Why Mulan doesn't seem to be meeting viewers' expectations and how race factors in.
By Kylie Halmi
Disney has made great strides in recent years in the adaptation of the classics into live action films. Movies like Cinderella, Beauty and the Beast, Aladdin and many more coming soon to theaters. When Mulan was announced in 2015, Disney fans across the world became excited for cultural and ethnic representation that the media lacks. Although the project has taken a while to be released , Mulan finally hit our screens on September 4,2020 via Disney+. Even given the recent status of our world, unfortunately, the movie has not done as well as predicted. While that can be said about most media during COVID-19, people are beginning to wonder if that is the only reason this movie isn't having the same hype as expected.
In terms of reviews, Rotten Tomatoes, an online movie rating site, gives Mulan a 75% whereas viewer rating seems to average around 51%. Debbie Zhou, who writes for the Saturday Paper in Australia, writes that “Disney's transparent desire to capitalise on the Chinese market - with a faithfully unquestioning stance - explains the watered-down adaptation, which appeases more than it excites.”Likewise, Amy Amatangelo, a writer for Paste Magazine states,“While glorious to look at, the movie still feels slightly hollow. All the right pieces are there, but an emotional connection to the characters is lacking.” Many viewers attest this disconnection to the lack of diversity within the production of the movie.
While arguably the cast of the movie is full of diversity compared to most of Hollywood and media in general, the behind the scenes crew is disappointing. Movies that depict struggles within ethnicities cannot fully be accurately portrayed if the members of the crew haven't been through those struggles.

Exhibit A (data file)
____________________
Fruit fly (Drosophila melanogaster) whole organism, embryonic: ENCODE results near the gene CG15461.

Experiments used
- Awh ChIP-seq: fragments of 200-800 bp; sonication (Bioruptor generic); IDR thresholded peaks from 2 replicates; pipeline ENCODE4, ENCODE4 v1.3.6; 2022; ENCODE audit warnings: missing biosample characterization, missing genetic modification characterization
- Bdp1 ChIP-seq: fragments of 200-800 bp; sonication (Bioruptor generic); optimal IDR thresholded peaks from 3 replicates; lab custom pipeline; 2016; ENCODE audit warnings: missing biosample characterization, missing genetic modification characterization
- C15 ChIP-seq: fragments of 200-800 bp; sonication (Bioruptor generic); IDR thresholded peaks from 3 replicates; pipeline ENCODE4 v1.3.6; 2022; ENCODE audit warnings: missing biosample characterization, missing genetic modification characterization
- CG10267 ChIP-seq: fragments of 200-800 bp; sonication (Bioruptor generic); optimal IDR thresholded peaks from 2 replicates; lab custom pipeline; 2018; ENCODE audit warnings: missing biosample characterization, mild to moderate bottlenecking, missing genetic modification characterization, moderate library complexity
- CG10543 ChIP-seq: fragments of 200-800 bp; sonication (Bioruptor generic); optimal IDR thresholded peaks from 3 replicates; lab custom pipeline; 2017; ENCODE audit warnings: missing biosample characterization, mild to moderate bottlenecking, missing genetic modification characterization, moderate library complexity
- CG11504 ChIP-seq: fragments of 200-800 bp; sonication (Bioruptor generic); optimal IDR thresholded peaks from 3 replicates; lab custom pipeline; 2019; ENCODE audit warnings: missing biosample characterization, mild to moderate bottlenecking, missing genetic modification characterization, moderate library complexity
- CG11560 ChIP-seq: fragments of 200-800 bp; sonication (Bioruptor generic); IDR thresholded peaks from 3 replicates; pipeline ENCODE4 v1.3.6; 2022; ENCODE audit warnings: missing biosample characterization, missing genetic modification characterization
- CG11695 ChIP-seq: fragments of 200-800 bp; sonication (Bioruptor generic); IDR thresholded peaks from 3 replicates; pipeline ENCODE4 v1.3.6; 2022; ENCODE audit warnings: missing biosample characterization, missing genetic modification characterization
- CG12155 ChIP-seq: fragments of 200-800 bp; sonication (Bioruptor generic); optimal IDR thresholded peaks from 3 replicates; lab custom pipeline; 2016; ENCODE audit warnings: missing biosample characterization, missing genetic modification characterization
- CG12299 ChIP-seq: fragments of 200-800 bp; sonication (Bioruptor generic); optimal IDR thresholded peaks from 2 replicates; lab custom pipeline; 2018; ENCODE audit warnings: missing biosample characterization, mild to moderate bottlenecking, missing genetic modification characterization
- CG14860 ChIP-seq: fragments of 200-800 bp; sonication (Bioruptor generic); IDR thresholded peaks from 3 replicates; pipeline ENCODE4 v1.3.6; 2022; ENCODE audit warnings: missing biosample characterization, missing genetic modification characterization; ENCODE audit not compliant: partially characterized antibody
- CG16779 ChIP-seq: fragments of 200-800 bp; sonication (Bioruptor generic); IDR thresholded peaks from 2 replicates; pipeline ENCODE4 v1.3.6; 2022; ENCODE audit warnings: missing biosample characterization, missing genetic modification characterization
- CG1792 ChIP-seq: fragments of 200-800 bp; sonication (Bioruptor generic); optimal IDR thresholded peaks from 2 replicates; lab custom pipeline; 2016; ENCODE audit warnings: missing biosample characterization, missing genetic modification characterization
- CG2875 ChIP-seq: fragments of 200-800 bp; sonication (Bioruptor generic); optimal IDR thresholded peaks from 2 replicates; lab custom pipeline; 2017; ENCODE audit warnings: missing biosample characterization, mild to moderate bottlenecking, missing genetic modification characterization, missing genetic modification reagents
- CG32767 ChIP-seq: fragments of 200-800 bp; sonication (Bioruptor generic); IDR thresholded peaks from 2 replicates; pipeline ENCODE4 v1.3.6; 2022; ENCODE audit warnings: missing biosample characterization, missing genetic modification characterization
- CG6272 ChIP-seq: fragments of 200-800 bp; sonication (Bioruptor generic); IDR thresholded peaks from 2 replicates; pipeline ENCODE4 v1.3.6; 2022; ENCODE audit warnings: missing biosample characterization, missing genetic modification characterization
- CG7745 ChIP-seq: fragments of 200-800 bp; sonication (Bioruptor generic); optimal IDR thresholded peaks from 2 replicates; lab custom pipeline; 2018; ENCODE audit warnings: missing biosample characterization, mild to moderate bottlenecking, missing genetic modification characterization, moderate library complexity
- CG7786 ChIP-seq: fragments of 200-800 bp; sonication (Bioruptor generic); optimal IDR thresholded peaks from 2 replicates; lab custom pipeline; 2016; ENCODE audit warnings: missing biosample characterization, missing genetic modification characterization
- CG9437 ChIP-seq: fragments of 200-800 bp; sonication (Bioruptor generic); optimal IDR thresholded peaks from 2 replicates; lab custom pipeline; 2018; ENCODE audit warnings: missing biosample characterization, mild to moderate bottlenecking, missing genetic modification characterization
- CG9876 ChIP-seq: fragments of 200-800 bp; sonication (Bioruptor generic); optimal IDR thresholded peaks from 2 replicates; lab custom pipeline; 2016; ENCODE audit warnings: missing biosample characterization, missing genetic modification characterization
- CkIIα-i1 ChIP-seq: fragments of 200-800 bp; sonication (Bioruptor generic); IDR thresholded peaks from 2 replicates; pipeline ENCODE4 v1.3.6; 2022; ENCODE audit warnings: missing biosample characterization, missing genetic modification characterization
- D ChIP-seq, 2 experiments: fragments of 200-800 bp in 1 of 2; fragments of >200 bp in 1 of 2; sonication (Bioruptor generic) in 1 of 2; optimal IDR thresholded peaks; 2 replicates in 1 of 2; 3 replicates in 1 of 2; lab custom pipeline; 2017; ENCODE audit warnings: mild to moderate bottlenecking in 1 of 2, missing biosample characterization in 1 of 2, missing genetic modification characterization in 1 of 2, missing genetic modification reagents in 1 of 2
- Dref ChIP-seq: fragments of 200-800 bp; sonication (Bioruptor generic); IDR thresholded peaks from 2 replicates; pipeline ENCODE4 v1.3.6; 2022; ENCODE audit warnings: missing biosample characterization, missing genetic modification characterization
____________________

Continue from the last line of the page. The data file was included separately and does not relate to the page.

How can you accurately capture a feeling if you have never and will never experience it? This mystifying idea of diversity has been off putting for many but mostly for Gen Z, which is arguably the audience Disney was trying to captivate. A large majority of not only the directors, but all the crew involved identify as white. While this idea of diversity on screen is vital to Hollywood and media we have to also understand that representation cannot end there. Without the ideas and experiences of ethnicities producing and creating the on screen image how can the media begin to accurately portray the oppression and lifestyle of said ethnicity? Is that even a possibility?
With all that being said, Mulan and other films in recent years that seek to diversify media are still groundbreaking and important. Mulan is available to stream now and given that for many youth it is not only nostalgic but a big part of early cultural representation, I recommend giving it a watch. Just make sure before you accept this as a form of radical diversity, you as a viewer look more into the creation of such diversity and ask if it's enough.
Melanie Moyer '22,